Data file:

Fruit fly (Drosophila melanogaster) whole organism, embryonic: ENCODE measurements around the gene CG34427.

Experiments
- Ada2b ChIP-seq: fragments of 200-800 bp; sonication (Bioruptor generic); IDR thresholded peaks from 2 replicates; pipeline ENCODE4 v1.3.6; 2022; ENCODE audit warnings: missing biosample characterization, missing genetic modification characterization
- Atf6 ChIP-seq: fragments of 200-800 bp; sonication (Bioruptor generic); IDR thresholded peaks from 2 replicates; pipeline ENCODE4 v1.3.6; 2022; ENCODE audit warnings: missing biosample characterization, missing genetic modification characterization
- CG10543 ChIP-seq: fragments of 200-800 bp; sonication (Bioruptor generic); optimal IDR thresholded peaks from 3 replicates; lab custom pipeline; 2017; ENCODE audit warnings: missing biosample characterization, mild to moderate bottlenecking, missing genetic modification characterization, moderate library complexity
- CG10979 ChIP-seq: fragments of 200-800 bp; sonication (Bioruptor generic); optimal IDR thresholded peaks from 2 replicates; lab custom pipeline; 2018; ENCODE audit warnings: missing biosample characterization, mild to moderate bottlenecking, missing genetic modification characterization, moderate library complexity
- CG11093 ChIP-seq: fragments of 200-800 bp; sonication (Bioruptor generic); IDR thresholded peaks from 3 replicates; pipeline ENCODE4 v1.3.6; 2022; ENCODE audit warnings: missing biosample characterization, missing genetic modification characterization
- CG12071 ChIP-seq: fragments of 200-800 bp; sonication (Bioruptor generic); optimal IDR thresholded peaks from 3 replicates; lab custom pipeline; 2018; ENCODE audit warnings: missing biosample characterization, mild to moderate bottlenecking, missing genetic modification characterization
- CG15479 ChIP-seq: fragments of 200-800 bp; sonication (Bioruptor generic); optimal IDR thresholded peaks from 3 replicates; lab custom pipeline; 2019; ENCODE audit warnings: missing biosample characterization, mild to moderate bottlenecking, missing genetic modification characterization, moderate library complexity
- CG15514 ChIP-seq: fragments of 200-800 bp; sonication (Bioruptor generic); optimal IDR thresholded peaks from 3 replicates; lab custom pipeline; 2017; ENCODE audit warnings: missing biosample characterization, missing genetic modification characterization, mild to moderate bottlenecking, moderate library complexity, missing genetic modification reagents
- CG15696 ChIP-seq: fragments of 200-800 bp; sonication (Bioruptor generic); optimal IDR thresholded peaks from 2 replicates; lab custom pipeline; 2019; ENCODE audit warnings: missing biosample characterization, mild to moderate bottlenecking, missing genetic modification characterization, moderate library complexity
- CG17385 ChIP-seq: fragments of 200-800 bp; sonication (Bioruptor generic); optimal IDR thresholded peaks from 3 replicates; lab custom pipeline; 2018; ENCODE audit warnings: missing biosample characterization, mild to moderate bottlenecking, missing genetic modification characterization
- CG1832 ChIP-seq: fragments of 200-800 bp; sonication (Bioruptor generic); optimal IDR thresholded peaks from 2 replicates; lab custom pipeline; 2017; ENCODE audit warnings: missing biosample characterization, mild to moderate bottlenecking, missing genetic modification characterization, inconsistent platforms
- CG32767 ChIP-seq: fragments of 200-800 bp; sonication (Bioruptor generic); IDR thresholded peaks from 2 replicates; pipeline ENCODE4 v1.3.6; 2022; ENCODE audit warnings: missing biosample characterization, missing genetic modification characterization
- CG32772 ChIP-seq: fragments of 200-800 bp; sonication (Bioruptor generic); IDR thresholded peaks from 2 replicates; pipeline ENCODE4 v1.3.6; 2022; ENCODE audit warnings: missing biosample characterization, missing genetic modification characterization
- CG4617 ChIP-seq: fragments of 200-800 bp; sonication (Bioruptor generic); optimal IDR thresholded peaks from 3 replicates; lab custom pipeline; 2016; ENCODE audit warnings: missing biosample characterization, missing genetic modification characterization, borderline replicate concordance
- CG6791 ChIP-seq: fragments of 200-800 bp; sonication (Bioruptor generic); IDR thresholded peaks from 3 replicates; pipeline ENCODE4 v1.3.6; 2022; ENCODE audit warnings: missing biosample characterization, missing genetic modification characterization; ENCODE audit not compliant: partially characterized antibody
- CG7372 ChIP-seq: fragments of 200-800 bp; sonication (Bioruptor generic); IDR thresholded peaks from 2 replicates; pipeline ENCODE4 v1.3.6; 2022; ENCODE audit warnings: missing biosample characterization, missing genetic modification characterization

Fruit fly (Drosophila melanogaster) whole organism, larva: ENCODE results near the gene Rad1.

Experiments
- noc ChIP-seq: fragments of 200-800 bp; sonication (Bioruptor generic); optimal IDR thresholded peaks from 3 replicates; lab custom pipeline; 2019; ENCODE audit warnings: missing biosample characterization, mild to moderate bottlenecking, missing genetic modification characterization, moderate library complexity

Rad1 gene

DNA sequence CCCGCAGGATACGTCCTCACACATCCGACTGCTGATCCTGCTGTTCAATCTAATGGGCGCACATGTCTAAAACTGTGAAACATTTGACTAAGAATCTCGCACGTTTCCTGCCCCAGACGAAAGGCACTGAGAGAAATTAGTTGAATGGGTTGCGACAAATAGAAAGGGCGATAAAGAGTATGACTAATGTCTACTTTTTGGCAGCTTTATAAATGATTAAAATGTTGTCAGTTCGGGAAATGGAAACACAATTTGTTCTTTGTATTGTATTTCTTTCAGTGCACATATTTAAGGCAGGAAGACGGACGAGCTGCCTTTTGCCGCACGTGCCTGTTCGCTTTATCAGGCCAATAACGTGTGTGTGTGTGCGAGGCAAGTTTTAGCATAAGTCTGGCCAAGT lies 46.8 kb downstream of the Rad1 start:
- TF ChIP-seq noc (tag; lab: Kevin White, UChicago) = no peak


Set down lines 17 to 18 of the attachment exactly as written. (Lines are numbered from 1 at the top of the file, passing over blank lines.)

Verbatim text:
- CG6791 ChIP-seq: fragments of 200-800 bp; sonication (Bioruptor generic); IDR thresholded peaks from 3 replicates; pipeline ENCODE4 v1.3.6; 2022; ENCODE audit warnings: missing biosample characterization, missing genetic modification characterization; ENCODE audit not compliant: partially characterized antibody
- CG7372 ChIP-seq: fragments of 200-800 bp; sonication (Bioruptor generic); IDR thresholded peaks from 2 replicates; pipeline ENCODE4 v1.3.6; 2022; ENCODE audit warnings: missing biosample characterization, missing genetic modification characterization